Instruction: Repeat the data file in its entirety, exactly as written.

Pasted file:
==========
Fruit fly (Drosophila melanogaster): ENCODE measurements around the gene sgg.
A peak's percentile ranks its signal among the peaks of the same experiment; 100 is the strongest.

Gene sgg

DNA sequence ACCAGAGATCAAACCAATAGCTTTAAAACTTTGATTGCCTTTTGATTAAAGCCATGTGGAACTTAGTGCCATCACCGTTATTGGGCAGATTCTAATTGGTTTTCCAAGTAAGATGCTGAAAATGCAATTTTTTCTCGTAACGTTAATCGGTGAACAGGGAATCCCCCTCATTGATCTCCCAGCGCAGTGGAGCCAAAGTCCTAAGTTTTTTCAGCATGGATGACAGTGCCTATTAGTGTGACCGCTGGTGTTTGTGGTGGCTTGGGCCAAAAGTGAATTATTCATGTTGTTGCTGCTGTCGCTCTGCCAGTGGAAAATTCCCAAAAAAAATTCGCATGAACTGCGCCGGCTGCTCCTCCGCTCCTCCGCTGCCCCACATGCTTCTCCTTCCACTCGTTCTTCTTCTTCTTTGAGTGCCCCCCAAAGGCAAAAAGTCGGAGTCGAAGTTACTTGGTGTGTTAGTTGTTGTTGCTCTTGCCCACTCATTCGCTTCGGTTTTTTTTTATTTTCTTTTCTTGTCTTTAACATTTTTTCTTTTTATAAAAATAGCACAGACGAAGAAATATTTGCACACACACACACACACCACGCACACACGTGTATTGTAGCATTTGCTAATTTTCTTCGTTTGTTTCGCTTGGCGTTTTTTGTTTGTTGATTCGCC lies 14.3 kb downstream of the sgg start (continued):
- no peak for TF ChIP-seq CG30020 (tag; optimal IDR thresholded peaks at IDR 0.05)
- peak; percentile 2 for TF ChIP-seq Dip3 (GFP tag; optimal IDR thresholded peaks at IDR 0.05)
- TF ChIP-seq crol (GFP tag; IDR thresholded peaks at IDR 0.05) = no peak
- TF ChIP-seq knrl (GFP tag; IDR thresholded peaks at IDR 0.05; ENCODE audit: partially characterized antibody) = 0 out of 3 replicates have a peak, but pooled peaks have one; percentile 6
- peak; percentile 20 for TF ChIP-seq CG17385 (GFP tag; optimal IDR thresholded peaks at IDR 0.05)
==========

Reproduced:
Fruit fly (Drosophila melanogaster): ENCODE measurements around the gene sgg.
A peak's percentile ranks its signal among the peaks of the same experiment; 100 is the strongest.

Gene sgg

DNA sequence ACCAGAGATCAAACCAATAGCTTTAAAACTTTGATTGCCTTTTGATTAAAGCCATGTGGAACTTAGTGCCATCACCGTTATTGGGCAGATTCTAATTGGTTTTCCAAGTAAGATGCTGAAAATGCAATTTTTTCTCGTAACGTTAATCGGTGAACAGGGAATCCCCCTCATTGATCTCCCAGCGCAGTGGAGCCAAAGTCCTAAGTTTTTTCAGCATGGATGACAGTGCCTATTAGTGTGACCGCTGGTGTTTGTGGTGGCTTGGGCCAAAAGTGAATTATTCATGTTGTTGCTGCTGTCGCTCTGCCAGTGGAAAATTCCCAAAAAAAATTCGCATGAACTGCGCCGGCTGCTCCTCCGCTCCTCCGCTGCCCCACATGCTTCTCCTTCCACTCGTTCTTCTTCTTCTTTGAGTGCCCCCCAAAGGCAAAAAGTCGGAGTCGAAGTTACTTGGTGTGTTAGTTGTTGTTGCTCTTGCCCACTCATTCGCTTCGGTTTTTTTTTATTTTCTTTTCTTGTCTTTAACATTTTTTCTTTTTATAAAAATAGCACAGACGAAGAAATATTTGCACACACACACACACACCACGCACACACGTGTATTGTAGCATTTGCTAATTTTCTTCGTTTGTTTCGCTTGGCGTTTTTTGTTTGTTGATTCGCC lies 14.3 kb downstream of the sgg start (continued):
- no peak for TF ChIP-seq CG30020 (tag; optimal IDR thresholded peaks at IDR 0.05)
- peak; percentile 2 for TF ChIP-seq Dip3 (GFP tag; optimal IDR thresholded peaks at IDR 0.05)
- TF ChIP-seq crol (GFP tag; IDR thresholded peaks at IDR 0.05) = no peak
- TF ChIP-seq knrl (GFP tag; IDR thresholded peaks at IDR 0.05; ENCODE audit: partially characterized antibody) = 0 out of 3 replicates have a peak, but pooled peaks have one; percentile 6
- peak; percentile 20 for TF ChIP-seq CG17385 (GFP tag; optimal IDR thresholded peaks at IDR 0.05)